Having explained few examples where aligning score is of paramount importance, we have to solve the problem of aligning marks. The details would be there in next post.

Written by SK

October 20, 2009 at 7:05 pm

How to Reform the Credit Rating agencies

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Major credit rating agencies are severely criticized for beautifying the bad credits of financial institutions with AAA ratings that led to financial crisis. There has been lots of discussion on reform of CRAs. There was a round table organized by SEC to examine oversight of agencies. Recently, they met on September and came up with a paper with adopted rule and proposed rule. World bank maintains a page devoted to ideas on CRAs reform. There has been deluge of working papers identifying the loophole in earlier set up, and proposing remedial measures.

The major problem has been the obvious conflict of interest. CRAs are paid by institution who they have to rate, and to attract more businesses CRAs began assigning superior ratings to financial products and institution. A recent paper suggests that CRAs are more prone to inflate rating when there is a larger fraction of naive investors, and reputation risk of getting caught of CRAs is lower.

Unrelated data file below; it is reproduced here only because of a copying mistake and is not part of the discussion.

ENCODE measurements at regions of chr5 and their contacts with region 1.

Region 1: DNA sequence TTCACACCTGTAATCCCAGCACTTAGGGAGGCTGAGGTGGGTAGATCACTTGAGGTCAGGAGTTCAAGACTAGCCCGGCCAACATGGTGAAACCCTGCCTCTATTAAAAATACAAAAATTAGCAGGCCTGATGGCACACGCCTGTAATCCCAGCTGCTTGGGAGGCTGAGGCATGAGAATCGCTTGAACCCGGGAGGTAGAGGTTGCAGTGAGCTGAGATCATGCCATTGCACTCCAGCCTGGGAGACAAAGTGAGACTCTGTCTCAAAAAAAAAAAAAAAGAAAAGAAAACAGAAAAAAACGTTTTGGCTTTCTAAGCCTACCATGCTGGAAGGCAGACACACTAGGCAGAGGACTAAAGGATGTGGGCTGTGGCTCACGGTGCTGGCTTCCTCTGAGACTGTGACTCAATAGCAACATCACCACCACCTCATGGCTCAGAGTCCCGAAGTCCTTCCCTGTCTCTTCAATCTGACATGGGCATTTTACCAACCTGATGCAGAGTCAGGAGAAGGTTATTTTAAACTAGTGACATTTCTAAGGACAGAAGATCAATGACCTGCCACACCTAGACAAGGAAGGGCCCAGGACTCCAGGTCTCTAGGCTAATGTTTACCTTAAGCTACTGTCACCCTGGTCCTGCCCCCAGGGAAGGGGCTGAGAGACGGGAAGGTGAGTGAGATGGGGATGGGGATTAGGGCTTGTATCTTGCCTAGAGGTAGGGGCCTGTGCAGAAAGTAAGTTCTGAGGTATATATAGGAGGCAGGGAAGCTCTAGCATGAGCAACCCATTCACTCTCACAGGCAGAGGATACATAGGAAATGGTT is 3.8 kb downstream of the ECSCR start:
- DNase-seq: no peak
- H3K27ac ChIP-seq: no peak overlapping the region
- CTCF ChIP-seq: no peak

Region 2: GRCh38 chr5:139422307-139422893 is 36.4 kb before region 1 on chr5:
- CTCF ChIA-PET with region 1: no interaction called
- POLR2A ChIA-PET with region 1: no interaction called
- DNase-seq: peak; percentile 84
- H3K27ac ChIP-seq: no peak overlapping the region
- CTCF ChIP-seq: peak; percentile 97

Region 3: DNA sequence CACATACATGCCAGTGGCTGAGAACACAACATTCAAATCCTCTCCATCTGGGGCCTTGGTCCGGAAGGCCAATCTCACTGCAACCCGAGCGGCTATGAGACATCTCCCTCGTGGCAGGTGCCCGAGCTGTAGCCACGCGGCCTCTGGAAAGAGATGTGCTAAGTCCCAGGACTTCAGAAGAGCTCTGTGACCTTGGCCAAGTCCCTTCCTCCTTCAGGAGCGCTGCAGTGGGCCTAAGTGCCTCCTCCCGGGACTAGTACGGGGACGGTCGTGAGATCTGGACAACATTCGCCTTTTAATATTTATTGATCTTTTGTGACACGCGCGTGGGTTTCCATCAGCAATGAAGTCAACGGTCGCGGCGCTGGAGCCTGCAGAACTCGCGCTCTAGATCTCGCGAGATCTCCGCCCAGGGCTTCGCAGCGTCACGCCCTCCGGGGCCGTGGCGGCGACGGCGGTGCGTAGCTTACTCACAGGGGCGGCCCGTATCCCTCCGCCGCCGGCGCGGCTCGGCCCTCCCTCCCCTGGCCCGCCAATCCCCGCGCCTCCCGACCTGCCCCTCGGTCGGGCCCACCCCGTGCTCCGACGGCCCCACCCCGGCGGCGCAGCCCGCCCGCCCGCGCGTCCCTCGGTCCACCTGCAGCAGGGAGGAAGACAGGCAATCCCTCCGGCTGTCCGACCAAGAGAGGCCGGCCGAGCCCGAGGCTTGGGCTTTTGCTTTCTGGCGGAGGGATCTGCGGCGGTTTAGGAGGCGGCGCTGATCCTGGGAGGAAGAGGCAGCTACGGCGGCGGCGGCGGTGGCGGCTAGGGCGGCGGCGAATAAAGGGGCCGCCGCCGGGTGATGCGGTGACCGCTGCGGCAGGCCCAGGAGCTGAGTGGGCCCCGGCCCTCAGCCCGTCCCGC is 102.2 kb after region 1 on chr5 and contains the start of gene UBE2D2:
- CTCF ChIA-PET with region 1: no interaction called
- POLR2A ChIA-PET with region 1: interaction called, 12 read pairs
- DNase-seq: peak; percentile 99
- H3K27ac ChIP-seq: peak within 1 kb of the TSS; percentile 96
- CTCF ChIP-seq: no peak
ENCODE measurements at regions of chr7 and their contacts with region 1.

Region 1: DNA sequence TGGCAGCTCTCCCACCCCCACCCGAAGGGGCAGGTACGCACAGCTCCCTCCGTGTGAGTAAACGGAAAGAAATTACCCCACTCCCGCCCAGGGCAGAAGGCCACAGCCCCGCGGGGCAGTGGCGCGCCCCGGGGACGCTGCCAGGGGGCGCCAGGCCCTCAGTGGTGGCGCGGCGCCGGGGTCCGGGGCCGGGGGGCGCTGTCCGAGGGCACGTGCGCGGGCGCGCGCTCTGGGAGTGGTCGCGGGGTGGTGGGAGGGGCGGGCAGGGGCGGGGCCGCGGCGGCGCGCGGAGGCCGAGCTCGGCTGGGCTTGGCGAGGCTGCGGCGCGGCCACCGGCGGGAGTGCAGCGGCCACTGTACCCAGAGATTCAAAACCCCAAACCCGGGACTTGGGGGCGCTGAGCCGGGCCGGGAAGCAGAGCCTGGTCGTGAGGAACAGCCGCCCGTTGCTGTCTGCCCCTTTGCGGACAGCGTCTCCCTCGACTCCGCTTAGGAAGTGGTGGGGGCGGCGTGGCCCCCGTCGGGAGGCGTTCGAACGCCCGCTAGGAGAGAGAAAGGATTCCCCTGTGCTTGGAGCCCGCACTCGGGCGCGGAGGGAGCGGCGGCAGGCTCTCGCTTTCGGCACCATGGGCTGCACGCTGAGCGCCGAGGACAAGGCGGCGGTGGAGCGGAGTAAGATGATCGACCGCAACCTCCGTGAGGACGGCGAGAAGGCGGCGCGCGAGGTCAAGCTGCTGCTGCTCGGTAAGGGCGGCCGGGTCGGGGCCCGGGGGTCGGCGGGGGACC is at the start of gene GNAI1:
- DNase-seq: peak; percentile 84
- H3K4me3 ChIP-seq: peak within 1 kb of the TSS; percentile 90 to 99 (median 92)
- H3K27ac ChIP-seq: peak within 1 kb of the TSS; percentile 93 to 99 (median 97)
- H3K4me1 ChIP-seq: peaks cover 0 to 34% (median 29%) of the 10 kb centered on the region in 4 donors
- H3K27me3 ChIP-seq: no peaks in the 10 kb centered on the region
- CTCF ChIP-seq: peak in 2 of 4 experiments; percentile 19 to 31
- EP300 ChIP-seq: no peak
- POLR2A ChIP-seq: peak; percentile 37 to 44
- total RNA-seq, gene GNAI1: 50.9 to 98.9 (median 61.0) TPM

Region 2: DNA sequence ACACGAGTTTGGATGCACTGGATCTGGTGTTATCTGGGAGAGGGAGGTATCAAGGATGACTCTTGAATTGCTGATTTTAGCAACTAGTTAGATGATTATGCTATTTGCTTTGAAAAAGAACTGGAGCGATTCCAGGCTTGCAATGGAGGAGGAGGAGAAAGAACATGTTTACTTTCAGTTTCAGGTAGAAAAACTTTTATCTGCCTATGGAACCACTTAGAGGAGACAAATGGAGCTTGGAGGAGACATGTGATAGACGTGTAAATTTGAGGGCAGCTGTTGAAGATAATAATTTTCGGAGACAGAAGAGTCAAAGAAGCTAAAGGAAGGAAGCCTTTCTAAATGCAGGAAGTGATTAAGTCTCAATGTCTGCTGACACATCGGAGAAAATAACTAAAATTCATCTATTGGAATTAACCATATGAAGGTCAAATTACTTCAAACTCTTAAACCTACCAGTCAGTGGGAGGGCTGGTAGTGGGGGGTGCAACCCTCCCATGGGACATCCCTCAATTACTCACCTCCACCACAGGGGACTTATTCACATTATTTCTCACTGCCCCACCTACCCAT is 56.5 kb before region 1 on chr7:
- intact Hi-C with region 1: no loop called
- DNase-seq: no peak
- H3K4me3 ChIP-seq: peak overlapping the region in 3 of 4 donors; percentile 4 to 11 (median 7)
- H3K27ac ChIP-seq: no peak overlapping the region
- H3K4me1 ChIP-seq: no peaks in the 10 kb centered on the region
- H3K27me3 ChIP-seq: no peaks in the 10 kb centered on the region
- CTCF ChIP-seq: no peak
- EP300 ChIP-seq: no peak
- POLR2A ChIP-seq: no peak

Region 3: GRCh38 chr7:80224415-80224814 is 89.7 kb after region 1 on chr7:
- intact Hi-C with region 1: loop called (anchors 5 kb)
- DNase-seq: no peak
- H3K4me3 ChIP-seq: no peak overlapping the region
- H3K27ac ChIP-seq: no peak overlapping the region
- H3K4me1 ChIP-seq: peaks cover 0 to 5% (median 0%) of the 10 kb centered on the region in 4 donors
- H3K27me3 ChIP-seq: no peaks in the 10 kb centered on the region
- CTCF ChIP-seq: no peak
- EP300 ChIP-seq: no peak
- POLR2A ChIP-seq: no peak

There has been suggestion like CRAs revenue source should be people who benefit from their service, that is investors. But, due to practical difficulty in implementing a model like this, the idea don’t have much supporter. The second idea that came to fore is, why shouldn’t we have number of small CRAs like equity research teams.  Now, we have only three CRAs, Moody’s, S&P and Fitch rating. The proposed suggestion relies on assumption that number of CRAs will make the market competitive, hence it will become efficient and honest. The concept was correct, but unfortunately it has not worked properly for equity research as well, and retail investors continue to be fed with misinformation.